BANGKOK — A U.S. coast guard cutter conducting patrols as part of an international mission to prevent illegal fishing was recently unable to get clearance for a scheduled port call in the Solomon Islands, according to reports, an incident that comes amid growing concerns of Chinese influence on the Pacific nation.
The cutter Oliver Henry was taking part in Operation Island Chief monitoring fishing activities in the Pacific, which came to a close on Friday, when it sought to make a scheduled stop on Guadalcanal, Solomon Islands, to refuel and re-provision, Coast Guard Lt. Kristin Kam told the Stars and Stripes newspaper.
There was no response from the Solomon Islands’ government for diplomatic clearance for the vessel to land, however, so the Oliver Henry diverted to Papua New Guinea, Kam said.
She declined to specify when the incident occurred, and the Coast Guard did not immediately respond to emails or calls from The Associated Press for comment.
In a statement, however, the Coast Guard said the Oliver Henry had arrived in Port Moresby, Papua New Guinea, on Tuesday “following a patrol in parts of the Coral Sea and the Solomon Islands.”
Britain’s Royal Navy did not comment directly on reports that the HMS Spey, also taking part in Operation Island Chief, was also denied a port call in the Solomon Islands.
“Ships’ programs are under constant review, and it is routine practice for them to change,” the Royal Navy said in an e-mailed statement.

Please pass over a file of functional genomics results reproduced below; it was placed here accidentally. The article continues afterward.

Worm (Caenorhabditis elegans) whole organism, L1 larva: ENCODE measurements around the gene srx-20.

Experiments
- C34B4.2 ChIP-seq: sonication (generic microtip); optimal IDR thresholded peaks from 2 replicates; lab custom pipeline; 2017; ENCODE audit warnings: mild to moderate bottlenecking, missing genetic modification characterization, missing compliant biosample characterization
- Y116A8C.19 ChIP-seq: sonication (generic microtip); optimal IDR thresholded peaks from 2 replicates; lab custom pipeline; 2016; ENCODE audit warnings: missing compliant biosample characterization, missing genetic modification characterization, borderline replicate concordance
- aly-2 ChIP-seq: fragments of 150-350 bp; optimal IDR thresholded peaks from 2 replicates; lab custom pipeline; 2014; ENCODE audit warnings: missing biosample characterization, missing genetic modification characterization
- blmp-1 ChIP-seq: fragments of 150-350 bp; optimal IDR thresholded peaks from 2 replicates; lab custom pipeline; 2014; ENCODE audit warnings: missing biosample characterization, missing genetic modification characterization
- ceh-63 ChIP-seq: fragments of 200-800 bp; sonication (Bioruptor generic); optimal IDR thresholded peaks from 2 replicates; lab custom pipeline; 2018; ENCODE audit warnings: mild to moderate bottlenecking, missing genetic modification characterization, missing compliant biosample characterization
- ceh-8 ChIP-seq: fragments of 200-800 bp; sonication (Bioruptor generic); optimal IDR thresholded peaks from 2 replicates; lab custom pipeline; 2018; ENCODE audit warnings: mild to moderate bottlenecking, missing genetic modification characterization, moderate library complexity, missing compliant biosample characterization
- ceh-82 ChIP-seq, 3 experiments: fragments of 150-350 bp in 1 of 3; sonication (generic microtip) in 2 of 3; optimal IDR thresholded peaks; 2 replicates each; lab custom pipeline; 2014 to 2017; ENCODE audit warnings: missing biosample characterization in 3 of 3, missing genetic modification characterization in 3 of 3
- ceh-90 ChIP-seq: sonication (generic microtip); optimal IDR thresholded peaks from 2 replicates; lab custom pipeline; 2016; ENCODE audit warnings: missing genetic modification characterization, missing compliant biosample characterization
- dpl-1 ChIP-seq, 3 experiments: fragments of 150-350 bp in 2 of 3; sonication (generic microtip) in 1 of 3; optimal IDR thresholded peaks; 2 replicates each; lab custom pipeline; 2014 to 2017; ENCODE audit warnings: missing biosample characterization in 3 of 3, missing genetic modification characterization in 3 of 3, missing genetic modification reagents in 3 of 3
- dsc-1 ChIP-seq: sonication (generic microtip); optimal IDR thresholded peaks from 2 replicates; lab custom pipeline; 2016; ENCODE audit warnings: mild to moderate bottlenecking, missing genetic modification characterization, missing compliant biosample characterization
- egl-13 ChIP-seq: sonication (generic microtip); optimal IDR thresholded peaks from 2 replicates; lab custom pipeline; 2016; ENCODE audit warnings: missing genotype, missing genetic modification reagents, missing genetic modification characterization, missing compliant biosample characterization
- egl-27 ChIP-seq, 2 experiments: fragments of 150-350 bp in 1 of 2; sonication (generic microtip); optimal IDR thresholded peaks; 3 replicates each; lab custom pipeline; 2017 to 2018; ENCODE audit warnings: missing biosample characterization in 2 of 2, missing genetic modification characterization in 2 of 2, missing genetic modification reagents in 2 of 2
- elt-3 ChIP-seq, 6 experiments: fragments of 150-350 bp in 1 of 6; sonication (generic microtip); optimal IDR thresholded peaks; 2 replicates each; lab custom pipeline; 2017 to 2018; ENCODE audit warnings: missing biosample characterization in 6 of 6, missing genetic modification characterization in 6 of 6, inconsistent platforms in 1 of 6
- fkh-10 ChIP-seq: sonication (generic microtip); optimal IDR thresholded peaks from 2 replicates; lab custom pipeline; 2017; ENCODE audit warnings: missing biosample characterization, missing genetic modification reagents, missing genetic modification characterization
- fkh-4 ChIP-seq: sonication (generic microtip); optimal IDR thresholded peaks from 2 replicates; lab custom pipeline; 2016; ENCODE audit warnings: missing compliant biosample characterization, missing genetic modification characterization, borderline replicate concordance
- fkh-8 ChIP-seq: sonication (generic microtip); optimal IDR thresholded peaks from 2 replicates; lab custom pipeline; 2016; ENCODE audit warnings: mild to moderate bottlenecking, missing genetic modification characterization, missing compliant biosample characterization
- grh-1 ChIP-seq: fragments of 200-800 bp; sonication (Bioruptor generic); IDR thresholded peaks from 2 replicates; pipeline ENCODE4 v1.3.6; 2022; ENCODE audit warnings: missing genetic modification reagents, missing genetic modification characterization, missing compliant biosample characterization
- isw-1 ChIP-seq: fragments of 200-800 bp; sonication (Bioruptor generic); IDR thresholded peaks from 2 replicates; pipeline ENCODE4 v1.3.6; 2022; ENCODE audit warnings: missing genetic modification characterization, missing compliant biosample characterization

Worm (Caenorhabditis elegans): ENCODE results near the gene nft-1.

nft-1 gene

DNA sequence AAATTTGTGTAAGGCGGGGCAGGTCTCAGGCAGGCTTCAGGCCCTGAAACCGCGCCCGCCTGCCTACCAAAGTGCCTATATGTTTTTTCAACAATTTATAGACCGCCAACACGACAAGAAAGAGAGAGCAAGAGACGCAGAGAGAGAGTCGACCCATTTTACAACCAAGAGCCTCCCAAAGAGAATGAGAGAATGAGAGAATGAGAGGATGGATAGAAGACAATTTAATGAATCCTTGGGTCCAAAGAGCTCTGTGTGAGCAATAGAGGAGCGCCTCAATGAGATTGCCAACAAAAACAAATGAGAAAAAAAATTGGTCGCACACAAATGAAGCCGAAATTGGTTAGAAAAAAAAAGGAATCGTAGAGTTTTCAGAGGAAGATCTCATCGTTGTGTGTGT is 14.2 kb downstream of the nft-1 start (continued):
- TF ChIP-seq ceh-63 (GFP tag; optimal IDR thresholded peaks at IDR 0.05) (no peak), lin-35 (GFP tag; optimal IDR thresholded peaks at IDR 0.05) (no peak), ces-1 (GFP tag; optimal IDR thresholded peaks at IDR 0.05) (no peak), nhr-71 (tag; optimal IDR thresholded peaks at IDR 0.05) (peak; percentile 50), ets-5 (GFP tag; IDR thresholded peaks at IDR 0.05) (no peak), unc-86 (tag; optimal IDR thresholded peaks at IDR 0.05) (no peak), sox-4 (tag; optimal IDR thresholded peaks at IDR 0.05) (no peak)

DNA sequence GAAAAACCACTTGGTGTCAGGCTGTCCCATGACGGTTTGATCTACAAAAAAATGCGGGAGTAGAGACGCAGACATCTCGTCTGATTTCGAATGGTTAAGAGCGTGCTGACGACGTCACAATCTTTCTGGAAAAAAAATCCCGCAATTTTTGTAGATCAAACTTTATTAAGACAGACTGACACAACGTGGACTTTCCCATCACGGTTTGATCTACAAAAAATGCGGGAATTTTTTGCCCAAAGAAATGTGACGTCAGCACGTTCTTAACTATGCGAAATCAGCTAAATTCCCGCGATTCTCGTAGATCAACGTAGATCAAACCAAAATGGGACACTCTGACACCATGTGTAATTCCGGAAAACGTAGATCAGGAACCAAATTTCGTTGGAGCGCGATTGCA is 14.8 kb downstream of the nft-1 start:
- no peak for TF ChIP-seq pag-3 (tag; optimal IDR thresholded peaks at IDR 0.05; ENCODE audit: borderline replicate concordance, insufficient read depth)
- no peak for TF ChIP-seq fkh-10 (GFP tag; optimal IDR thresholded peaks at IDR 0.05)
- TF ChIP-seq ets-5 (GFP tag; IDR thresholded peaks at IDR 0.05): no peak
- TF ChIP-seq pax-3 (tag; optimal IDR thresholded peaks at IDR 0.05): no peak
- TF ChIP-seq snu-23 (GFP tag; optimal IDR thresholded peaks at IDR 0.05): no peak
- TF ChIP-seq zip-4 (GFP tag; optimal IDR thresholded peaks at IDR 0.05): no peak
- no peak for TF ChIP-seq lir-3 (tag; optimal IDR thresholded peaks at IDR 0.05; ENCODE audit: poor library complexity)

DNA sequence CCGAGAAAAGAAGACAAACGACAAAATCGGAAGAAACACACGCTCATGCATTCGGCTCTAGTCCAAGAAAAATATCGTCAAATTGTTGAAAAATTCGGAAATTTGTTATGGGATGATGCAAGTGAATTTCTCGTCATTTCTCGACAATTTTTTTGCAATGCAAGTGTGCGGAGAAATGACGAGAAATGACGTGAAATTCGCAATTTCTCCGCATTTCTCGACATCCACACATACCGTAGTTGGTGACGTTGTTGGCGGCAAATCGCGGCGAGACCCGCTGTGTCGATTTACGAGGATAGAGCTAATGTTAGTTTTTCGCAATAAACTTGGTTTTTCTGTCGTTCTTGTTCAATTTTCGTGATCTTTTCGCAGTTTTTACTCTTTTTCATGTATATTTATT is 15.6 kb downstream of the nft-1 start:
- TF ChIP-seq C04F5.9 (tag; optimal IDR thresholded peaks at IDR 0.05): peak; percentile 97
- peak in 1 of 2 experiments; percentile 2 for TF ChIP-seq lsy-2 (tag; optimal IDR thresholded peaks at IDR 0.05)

“For reasons of operational security we do not discuss details. The Royal Navy looks forward to visiting the Solomon Islands at a later date.”
During Operation Island Chief, the U.S., Australia, Britain and New Zealand provided support through aerial and surface surveillance for Pacific island nations participating in the operation, including the Solomon Islands.
China has been assertively trying to expand its presence and influence in the Pacific, and Solomon Islands Prime Minister Manasseh Sogavare set off alarm bells with the U.S. and its allies earlier this year after he announced he had signed a new security pact with China.
The pact has raised fears of a Chinese naval base being established within 2,000 kilometers (1,200 miles) of Australia’s northeast coast. A Chinese military presence in the Solomon Islands would put it not only on the doorstep of Australia and New Zealand but also in close proximity to Guam, the U.S. territory that hosts major military bases.
Both the Solomon Islands and China have denied their pact will lead to a Chinese military foothold in the South Pacific.
Sogavare also raised eyebrows earlier in August when he skipped a memorial service marking the anniversary of the Battle of Guadalcanal, a key battle in World War II in which American and other allied forces wrested control of the islands back from Imperial Japan.
U.S. Deputy Secretary of State Wendy Sherman, whose father was wounded during the Guadalcanal campaign and who attended the memorial, said Sogavare “missed an important opportunity” by failing to attend.
U.S. Sen. Marsha Blackburn met with Sogavare in the Solomon Islands on Wednesday but it was not clear whether she raised the issue of the Coast Guard’s refused port call.
The Tennessee Republican said in a statement on her website that her visit to the Solomon Islands as well as Fiji and Papua New Guinea “was an important step in showcasing America’s commitment to the region and expanding our strategic relationships.”
The Coast Guard’s Kam told Stars and Stripes that the U.S. State Department had been in touch with the Solomon Islands government following the refusal of the port call and that they “expect all future clearances will be provided to U.S. ships.”
Associated Press writer Danica Kirka in London contributed to this report.